John Robert Lucas

Flight Sergeant John Robert Lucas served in the Royal Canadian Air Force during World War Two. His squadron was attached to Royal Air Force 153 Squadron.

Flight Sergeant

John Robert Lucas

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Flight Sergeant John Robert Lucas served in the Royal Canadian Air Force during World War Two. His squadron was attached to Royal Air Force 153 Squadron.

Flight Sergeant John Robert Lucas served in the Royal Canadian Air Force during World War Two. His squadron was attached to Royal Air Force 153 Squadron.

RAF 153 Squadron

Royal Air Force 153 (Bomber) Squadron operated in Northern Ireland and North Africa during the war. To commemorate this, their crest is the six-pointed star from the Ulster flag and a North African bat. As a night bombing squadron, the bat symbolises their nocturnal predatory instincts.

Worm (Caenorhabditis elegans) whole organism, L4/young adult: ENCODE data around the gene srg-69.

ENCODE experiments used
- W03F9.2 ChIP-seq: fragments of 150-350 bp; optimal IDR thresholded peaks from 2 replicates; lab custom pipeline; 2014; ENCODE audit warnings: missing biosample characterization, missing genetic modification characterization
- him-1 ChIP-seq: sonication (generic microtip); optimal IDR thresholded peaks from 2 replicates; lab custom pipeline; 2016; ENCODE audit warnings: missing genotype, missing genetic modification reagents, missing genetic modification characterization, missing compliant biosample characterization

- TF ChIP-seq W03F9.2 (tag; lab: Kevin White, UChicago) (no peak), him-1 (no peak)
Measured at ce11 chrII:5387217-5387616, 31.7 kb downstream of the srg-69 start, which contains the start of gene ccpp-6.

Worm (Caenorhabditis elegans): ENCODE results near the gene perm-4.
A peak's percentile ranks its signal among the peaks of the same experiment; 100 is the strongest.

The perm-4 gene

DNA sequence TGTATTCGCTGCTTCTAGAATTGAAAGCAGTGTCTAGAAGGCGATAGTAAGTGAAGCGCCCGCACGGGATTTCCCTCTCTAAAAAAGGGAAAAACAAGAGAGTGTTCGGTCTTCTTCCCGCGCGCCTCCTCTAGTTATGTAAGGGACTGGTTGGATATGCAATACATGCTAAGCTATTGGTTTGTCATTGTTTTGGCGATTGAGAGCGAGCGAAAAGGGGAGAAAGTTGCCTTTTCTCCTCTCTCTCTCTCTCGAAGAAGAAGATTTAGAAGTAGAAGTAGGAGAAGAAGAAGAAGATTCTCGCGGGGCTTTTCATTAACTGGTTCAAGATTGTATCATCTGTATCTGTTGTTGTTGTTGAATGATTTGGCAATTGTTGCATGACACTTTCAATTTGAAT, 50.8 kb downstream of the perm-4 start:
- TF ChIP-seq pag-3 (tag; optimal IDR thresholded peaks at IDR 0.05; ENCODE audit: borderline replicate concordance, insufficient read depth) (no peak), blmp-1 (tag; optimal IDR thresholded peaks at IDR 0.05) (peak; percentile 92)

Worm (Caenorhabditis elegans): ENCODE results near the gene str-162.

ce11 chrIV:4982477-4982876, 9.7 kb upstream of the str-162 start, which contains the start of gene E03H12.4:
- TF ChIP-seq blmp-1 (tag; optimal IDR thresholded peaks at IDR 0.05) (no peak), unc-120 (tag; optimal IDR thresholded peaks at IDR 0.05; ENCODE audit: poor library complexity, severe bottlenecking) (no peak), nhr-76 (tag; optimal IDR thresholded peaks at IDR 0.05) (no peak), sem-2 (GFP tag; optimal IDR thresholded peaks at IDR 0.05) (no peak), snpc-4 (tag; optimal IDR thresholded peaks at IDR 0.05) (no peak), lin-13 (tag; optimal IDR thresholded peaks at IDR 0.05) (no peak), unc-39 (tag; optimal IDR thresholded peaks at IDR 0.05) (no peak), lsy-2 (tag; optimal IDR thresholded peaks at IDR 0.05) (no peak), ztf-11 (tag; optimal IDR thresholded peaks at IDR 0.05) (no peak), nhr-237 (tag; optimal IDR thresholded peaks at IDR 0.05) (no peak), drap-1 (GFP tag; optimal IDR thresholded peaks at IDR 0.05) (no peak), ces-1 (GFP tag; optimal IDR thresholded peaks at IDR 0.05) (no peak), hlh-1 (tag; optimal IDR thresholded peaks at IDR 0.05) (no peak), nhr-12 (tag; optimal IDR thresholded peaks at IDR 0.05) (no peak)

Beaufighter of RAF 153 Squadron

Imperial War Museum Photo: CNA 369 (Part of the Air Ministry Second World War Official Collection). Sheep graze in front of a Bristol Beaufighter Mark IVF of RAF 153 Squadron at Setif, Algeria. Photo taken by Flight Lieutenant Bertrand John Henry Daventry.

The squadron reformed at Ballyhalbert, Co. Down on 14th October 1941 equipped with night-fighting Boulton Defiants. It is unlikely that John Robert Lucas ever flew in the newly supplied Beaufighters that arrived in 1942 for the North Africa campaign.

John Robert Lucas killed in Northern Ireland

Aged 24-years-old, the young pilot died in a flying accident on 18th February 1942.

Lucas was the son of John Lucas and Caroline Lucas of Toronto, Ontario, Canada. His grave is Plot 3 in St Andrew’s Church of Ireland Churchyard, Ballyhalbert, Co. Down.

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